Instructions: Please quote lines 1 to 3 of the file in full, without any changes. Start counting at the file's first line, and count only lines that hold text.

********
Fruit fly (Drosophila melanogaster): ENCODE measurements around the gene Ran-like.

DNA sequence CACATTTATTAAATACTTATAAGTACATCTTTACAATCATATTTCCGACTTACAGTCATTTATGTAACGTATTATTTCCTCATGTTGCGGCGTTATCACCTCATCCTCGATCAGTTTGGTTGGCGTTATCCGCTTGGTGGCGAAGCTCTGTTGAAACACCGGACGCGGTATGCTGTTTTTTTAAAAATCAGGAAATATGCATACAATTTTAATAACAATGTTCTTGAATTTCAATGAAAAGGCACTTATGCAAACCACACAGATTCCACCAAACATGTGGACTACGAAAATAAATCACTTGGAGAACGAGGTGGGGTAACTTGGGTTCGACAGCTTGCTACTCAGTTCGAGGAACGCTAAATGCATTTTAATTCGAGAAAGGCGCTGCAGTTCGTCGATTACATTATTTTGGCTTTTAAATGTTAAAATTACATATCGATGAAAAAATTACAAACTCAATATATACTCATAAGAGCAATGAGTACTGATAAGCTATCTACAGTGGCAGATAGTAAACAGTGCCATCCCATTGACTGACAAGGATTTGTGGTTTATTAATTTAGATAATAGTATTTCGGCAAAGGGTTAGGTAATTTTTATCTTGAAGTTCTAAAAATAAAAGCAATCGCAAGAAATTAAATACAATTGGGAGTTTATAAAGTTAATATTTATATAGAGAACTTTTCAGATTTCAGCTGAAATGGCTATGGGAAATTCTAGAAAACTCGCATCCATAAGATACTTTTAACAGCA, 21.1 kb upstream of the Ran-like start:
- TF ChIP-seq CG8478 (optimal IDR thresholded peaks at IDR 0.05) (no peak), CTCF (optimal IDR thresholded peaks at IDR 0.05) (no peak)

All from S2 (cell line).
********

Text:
Fruit fly (Drosophila melanogaster): ENCODE measurements around the gene Ran-like.

DNA sequence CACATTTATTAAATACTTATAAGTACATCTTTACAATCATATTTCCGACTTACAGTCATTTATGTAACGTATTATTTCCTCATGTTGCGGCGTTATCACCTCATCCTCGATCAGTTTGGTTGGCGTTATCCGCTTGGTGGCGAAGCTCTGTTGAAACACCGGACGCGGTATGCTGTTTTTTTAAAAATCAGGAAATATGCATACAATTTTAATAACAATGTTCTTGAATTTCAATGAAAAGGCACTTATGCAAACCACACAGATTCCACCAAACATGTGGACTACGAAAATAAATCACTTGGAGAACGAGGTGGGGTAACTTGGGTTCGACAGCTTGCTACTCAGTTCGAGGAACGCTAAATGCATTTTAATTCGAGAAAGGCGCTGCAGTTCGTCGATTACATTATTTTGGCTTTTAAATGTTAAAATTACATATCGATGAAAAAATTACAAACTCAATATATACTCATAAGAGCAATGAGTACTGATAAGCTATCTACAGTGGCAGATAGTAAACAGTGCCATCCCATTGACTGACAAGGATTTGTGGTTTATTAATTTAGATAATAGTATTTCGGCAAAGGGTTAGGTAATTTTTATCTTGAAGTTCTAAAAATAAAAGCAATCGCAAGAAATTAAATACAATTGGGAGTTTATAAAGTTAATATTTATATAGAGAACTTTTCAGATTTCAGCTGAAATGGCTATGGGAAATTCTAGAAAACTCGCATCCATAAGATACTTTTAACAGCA, 21.1 kb upstream of the Ran-like start:
- TF ChIP-seq CG8478 (optimal IDR thresholded peaks at IDR 0.05) (no peak), CTCF (optimal IDR thresholded peaks at IDR 0.05) (no peak)